Moving country is a great, rewarding and character building experience. You get the chance to learn from other mentalities, customs and ways of life that enrich your own. I would not want to miss it!
However, don’t underestimate the stress and pressure you can be exposed to, especially during the first six months. Having lived in 7 different countries, I know well enough what I’d like to call a “circle of emotions” you go through. It didn’t matter if I was a student or a traveller, whether I started a new job, if it was job searching without any bearings, or if I had followed a partner: I went through the same circle of emotions each time. Even though I was euphoric and excited to be in a new place of my choice, each time it took a lot of energy.
In an environment we are used to, we do most things automatically; it is just like driving a car after years of practice. We don’t need to think where the accelerator or brakes are. This saves our brain a lot of energy.
Moving to a new country is like having to learn how to drive from scratch again. Here are some reasons why:
- Everything is new, whether it be people, surroundings, noises, colours, customs, or the way you cross the street! Your sub consciousness is constantly alert and adjusting and may be keeping your adrenaline high (think of crossing a street with traffic coming from the “wrong” side).
- If you are to speak another language, your brain spends a lot of energy and concentration in decoding words subconsciously. You are dead tired for the first three months just because of the language issue. Even after a year in a new country, your foreign language won’t be perfect and it will be tiring to speak it after long days.
- Not being able to express yourself in a new language with broad vocabulary can be demotivating and make you feel disrespected at times which can subconsciously affect your self-esteem.
- Administration is very different in each country and you have to learn the local system, the terminology and procedure; this can be nerve racking, especially in countries of extensive paperwork such as France and Spain.
- Usually you don’t know any friends or family at the beginning and have to go through lots of hurdles alone and without friendly advice. At times that means extra work having to redo things all over again.
- Beware of the pain of culture shock. Mentality differences will make you feel misunderstood or left out as if you are just scratching the surface of local life. Most locals have never lived abroad and won’t appreciate your effort. It takes time to immerse; I personally need at least 2 years! I took this picture outside a tourist shop in the States – impossible to get used to something like that:
- There are emotional ups and downs of loving and hating the new place and new language: when energy is low, we don’t cope well with having to expend the extra effort.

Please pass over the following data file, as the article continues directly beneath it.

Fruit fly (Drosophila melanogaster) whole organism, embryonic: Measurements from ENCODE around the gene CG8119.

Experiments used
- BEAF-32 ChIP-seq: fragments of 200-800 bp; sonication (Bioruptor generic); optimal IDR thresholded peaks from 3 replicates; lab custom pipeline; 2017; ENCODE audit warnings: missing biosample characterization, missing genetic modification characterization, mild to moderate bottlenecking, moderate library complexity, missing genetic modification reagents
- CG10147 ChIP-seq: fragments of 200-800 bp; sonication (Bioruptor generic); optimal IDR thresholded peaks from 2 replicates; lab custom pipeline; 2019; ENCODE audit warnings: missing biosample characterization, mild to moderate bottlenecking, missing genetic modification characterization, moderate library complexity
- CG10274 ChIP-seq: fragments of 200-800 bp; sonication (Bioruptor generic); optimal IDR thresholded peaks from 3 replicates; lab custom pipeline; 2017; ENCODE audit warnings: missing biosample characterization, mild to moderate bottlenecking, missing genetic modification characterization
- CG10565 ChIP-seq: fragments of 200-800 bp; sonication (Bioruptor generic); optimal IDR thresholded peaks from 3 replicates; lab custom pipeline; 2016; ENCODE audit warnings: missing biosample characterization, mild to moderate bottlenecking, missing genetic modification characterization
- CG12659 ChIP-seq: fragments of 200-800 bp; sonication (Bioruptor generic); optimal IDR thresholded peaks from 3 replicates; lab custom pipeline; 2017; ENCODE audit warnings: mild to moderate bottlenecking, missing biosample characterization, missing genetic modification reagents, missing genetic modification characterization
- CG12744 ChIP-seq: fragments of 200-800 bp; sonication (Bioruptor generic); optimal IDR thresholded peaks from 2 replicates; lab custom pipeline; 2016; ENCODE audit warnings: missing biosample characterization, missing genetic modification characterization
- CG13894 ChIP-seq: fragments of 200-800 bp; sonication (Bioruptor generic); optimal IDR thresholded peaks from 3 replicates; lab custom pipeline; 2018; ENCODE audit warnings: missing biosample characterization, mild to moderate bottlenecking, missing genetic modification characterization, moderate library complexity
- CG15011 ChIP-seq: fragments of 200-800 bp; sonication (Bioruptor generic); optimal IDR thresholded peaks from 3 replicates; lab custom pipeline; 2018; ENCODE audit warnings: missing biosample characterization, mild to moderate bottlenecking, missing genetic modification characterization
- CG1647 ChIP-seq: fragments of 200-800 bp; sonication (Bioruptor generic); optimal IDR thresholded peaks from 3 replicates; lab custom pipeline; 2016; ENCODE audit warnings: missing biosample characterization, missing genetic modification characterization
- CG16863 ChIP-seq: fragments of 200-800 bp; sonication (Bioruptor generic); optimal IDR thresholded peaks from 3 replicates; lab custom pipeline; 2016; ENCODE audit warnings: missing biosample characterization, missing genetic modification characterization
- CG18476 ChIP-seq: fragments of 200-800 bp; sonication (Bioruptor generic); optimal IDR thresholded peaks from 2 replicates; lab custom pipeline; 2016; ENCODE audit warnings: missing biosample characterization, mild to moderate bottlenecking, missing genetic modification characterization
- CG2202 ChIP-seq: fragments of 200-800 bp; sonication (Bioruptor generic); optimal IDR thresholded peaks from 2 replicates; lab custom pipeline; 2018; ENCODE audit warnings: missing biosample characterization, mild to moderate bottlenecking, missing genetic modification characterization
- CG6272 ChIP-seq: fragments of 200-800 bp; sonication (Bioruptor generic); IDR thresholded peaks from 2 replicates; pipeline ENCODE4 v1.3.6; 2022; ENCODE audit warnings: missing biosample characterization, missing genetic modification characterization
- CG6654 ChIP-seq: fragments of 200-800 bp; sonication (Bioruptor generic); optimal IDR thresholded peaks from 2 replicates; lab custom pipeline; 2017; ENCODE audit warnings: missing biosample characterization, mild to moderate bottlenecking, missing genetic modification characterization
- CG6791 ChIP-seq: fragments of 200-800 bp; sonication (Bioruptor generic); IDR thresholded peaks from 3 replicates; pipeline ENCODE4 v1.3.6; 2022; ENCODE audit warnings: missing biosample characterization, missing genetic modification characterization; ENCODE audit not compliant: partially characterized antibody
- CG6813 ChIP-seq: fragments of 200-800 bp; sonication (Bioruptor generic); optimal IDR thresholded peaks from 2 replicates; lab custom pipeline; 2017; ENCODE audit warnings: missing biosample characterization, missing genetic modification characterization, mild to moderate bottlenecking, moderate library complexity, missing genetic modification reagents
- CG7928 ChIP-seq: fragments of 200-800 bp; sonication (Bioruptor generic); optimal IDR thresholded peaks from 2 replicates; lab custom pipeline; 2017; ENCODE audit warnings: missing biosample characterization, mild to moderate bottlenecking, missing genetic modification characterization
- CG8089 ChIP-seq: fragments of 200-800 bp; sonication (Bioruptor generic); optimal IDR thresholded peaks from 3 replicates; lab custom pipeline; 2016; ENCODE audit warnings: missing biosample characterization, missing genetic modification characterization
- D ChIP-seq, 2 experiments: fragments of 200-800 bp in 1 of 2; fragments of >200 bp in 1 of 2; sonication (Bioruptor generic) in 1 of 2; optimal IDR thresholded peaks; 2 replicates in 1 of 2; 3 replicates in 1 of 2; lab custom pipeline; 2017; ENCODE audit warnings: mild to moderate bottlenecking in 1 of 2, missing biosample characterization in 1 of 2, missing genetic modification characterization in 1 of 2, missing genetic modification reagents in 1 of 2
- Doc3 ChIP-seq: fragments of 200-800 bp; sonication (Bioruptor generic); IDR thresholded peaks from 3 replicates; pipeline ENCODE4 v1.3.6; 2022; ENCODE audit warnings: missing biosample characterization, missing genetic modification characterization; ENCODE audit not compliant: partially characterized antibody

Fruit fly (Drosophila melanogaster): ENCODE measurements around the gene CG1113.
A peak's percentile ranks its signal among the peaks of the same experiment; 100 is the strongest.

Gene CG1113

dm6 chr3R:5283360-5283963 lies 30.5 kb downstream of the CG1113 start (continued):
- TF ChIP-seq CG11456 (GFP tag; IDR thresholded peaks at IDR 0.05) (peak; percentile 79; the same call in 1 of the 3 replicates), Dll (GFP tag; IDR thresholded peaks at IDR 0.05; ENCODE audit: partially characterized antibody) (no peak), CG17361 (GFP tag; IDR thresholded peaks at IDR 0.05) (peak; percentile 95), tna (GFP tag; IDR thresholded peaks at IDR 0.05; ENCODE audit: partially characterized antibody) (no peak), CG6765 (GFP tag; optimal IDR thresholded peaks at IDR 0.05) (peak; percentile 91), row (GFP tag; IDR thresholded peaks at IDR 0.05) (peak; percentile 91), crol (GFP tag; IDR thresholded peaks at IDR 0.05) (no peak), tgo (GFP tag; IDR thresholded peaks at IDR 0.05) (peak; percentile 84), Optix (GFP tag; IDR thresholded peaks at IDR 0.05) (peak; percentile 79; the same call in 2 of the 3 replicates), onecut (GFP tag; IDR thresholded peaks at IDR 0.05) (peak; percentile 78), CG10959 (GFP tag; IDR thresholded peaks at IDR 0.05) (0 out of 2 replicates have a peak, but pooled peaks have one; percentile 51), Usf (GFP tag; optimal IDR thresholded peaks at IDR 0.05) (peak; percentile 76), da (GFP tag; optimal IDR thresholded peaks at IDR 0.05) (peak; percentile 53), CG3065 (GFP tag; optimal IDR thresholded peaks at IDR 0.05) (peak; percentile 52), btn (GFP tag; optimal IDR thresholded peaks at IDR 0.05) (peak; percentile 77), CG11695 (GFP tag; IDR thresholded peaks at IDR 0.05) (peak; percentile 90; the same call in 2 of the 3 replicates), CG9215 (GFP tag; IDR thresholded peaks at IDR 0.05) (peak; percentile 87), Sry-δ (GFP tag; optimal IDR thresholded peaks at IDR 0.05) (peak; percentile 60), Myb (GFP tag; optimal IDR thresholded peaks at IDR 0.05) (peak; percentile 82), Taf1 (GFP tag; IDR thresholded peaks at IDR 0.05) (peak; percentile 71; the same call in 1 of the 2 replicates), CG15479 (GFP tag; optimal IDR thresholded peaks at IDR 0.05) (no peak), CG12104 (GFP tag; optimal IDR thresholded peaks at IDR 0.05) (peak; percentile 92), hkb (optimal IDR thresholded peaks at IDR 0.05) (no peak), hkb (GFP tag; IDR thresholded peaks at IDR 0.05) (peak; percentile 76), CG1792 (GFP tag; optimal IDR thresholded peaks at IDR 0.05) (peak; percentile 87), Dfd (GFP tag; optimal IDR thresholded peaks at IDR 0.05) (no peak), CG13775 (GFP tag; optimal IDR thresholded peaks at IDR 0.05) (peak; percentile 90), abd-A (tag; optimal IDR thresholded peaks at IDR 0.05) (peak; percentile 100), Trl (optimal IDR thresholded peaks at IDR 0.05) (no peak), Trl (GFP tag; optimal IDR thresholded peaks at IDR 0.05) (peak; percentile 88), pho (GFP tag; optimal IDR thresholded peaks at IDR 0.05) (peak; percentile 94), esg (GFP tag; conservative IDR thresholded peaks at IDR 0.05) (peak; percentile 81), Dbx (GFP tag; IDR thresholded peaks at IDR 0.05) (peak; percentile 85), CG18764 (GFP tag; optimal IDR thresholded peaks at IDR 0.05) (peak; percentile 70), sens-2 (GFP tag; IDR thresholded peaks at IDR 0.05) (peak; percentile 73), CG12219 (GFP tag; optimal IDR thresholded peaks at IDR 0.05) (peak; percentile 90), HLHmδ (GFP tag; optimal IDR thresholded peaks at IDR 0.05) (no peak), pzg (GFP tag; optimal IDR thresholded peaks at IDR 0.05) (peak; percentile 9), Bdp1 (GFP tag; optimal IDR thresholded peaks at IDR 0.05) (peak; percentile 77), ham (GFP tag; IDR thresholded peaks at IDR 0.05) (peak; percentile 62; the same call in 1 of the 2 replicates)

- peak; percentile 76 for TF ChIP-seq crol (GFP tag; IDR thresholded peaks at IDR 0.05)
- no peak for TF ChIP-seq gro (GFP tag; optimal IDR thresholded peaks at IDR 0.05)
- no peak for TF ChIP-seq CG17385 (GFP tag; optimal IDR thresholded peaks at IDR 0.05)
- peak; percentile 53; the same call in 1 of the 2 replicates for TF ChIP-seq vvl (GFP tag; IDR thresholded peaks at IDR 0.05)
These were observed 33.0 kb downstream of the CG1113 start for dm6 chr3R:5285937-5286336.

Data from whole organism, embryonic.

- Being a foreigner doesn’t help finding work; depending on the country’s level of tolerance you might be a second choice for this reason.
Here are 13 clues how to encourage positive thinking and to gather all the energy you will need:
- Visualize and look forward to achieving goals like finding a job or improving your language level. This will motivate and train positive emotions.
- Get yourself into a routine as quickly as possible, for example by doing a language class or finding a project to work on. Everything in your life changes considerably as a consequence – routine will give you a stable frame and support to hold on to.
- Be aware of the difficulties mentioned above and be consciously thankful for what you have already learned and experienced, as time progresses.
- Be patient with yourself and treat yourself for achievements: for example, a great meal out or a new little gadget you always wanted to get.
- Train positive thinking: Write down three things at the end of every day which made you happy during that day and why. Once a week, write down what you are thankful for in your life. Note down positive mentality features of the new country every two weeks. Do random acts of kindness, such as letting someone go ahead in the queue.
- Rome wasn’t built in a day as the saying goes. Break down your goals into small steps and take one step at a time. Arriving at a new place can be overwhelming. A new language and mentality, flat search, job search, finding friends, coping with a maze of administration while being unsure if it really was the right move for your career is a lot on your plate all at once. There won’t be much time for personal issues, so don’t be too hard on yourself.
- Place resourceful anchors in your home or at work, such as pictures of family and friends or of great holidays. Change them once a week, so your consciousness will actively see them.
- Every athlete needs recovery time after a stressful training session, so you need a break from adjusting to a new life. Take the time for activities you really enjoy and continue with what you would usually do, such as your favourite sports or music. This should be part of your routine.
- Do Meditation, Yoga, Qi Gong or breathing exercises to school your self-awareness and attentiveness.
- Stay in close contact with at least one or two close friends or family.
- Actively network, meet people and choose your new circle of friends.
- Encourage motivation and your personal character strengths and try to apply them as much as you can. Check out www.authentichappiness.com (under Questionnaires)
- Eat well. You are what you eat.
Also read my blog on 8 tips and tricks how to learn a new language.
Have fun and let us know your experiences.